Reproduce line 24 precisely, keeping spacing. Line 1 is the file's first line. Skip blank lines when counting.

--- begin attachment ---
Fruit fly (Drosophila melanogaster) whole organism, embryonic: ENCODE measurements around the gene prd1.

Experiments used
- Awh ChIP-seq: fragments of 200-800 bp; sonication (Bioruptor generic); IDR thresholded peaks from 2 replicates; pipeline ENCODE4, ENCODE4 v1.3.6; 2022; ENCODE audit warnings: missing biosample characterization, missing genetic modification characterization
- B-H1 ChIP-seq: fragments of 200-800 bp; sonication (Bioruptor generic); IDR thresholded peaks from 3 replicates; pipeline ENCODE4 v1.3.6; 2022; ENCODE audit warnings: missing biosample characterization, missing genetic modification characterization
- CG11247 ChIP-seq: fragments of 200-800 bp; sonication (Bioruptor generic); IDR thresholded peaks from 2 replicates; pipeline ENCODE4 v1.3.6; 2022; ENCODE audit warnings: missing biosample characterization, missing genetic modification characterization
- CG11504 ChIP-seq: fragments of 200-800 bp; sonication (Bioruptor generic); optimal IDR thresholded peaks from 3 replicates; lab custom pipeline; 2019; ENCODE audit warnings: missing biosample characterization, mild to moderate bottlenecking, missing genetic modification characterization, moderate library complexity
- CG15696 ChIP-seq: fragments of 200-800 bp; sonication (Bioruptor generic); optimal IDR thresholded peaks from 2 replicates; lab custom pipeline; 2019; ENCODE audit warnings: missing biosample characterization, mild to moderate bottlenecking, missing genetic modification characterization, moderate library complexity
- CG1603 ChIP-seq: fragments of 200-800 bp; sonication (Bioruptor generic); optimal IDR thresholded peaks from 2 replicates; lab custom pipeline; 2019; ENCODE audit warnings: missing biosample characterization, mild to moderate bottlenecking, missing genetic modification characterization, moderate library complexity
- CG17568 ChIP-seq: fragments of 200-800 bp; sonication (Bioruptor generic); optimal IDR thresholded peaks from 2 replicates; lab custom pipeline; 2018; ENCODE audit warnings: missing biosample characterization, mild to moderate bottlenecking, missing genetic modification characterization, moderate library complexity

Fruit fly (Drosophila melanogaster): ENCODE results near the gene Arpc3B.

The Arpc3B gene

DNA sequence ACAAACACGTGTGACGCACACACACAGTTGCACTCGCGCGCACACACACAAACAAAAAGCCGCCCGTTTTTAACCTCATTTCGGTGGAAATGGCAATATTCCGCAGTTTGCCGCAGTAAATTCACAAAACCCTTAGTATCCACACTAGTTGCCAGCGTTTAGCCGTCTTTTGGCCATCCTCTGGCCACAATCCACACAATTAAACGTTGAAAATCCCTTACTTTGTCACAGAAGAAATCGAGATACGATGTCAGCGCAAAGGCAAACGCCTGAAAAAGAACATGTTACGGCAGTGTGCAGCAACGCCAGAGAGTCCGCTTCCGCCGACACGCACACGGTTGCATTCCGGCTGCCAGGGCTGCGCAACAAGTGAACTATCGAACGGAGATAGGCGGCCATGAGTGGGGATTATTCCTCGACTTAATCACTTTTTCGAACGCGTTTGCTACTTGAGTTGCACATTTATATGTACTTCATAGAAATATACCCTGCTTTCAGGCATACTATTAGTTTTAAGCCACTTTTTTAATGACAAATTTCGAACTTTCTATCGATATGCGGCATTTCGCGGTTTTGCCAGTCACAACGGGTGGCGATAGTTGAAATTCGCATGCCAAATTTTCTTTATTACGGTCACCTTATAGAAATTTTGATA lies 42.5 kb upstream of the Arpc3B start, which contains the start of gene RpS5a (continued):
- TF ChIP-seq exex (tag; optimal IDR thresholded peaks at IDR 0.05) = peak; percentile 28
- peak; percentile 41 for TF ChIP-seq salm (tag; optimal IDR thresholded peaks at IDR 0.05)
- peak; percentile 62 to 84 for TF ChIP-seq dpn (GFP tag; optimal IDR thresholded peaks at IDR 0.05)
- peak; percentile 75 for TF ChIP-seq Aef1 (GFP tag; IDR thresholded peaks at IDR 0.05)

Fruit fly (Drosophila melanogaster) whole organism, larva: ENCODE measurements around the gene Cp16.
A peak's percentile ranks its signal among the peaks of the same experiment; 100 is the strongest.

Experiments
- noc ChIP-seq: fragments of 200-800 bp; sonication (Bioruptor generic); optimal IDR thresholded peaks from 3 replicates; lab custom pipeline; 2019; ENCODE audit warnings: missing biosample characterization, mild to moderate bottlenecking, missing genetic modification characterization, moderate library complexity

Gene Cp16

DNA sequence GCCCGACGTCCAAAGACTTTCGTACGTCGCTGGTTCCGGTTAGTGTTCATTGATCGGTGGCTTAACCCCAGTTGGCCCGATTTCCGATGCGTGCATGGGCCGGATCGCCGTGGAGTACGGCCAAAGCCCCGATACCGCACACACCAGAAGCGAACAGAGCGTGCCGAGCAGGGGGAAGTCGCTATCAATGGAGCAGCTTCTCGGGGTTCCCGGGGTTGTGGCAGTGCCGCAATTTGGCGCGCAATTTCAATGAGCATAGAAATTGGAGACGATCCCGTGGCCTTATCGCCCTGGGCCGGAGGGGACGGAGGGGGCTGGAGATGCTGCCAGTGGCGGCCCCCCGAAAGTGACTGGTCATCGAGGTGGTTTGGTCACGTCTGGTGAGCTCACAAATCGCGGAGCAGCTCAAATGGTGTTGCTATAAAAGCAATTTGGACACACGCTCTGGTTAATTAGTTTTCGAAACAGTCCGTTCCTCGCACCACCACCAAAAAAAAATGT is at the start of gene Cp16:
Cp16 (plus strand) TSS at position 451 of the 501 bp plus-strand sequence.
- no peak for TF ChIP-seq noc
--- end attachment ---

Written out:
- no peak for TF ChIP-seq noc